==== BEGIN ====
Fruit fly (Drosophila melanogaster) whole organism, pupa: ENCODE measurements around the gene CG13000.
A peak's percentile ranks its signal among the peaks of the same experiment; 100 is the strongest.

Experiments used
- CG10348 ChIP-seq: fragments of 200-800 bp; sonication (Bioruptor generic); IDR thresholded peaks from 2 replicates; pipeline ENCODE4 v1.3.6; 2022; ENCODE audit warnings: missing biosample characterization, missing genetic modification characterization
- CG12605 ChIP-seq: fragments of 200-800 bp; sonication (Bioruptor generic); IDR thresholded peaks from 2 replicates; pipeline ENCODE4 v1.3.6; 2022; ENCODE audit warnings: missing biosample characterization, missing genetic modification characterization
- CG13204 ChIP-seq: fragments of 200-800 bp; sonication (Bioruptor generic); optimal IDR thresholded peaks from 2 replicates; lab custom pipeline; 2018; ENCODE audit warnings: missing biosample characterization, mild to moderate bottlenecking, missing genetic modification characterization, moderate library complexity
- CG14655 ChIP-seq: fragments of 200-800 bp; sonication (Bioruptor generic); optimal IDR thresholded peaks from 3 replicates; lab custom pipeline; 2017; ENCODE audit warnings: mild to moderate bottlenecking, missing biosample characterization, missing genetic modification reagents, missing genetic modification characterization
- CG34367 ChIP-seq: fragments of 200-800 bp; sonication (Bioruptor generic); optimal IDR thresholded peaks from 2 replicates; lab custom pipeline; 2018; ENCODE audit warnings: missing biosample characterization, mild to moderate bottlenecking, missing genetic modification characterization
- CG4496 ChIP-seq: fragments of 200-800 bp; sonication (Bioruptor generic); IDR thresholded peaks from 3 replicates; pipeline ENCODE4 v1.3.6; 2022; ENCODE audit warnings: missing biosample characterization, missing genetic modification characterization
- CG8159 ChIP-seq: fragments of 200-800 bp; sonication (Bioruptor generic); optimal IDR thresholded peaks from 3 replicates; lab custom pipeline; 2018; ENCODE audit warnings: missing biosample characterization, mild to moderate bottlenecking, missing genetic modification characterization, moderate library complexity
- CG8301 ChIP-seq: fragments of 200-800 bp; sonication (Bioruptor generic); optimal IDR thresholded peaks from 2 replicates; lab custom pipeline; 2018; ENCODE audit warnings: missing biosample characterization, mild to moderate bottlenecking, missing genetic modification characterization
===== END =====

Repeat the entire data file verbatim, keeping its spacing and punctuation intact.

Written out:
Fruit fly (Drosophila melanogaster) whole organism, pupa: ENCODE measurements around the gene CG13000.
A peak's percentile ranks its signal among the peaks of the same experiment; 100 is the strongest.

Experiments used
- CG10348 ChIP-seq: fragments of 200-800 bp; sonication (Bioruptor generic); IDR thresholded peaks from 2 replicates; pipeline ENCODE4 v1.3.6; 2022; ENCODE audit warnings: missing biosample characterization, missing genetic modification characterization
- CG12605 ChIP-seq: fragments of 200-800 bp; sonication (Bioruptor generic); IDR thresholded peaks from 2 replicates; pipeline ENCODE4 v1.3.6; 2022; ENCODE audit warnings: missing biosample characterization, missing genetic modification characterization
- CG13204 ChIP-seq: fragments of 200-800 bp; sonication (Bioruptor generic); optimal IDR thresholded peaks from 2 replicates; lab custom pipeline; 2018; ENCODE audit warnings: missing biosample characterization, mild to moderate bottlenecking, missing genetic modification characterization, moderate library complexity
- CG14655 ChIP-seq: fragments of 200-800 bp; sonication (Bioruptor generic); optimal IDR thresholded peaks from 3 replicates; lab custom pipeline; 2017; ENCODE audit warnings: mild to moderate bottlenecking, missing biosample characterization, missing genetic modification reagents, missing genetic modification characterization
- CG34367 ChIP-seq: fragments of 200-800 bp; sonication (Bioruptor generic); optimal IDR thresholded peaks from 2 replicates; lab custom pipeline; 2018; ENCODE audit warnings: missing biosample characterization, mild to moderate bottlenecking, missing genetic modification characterization
- CG4496 ChIP-seq: fragments of 200-800 bp; sonication (Bioruptor generic); IDR thresholded peaks from 3 replicates; pipeline ENCODE4 v1.3.6; 2022; ENCODE audit warnings: missing biosample characterization, missing genetic modification characterization
- CG8159 ChIP-seq: fragments of 200-800 bp; sonication (Bioruptor generic); optimal IDR thresholded peaks from 3 replicates; lab custom pipeline; 2018; ENCODE audit warnings: missing biosample characterization, mild to moderate bottlenecking, missing genetic modification characterization, moderate library complexity
- CG8301 ChIP-seq: fragments of 200-800 bp; sonication (Bioruptor generic); optimal IDR thresholded peaks from 2 replicates; lab custom pipeline; 2018; ENCODE audit warnings: missing biosample characterization, mild to moderate bottlenecking, missing genetic modification characterization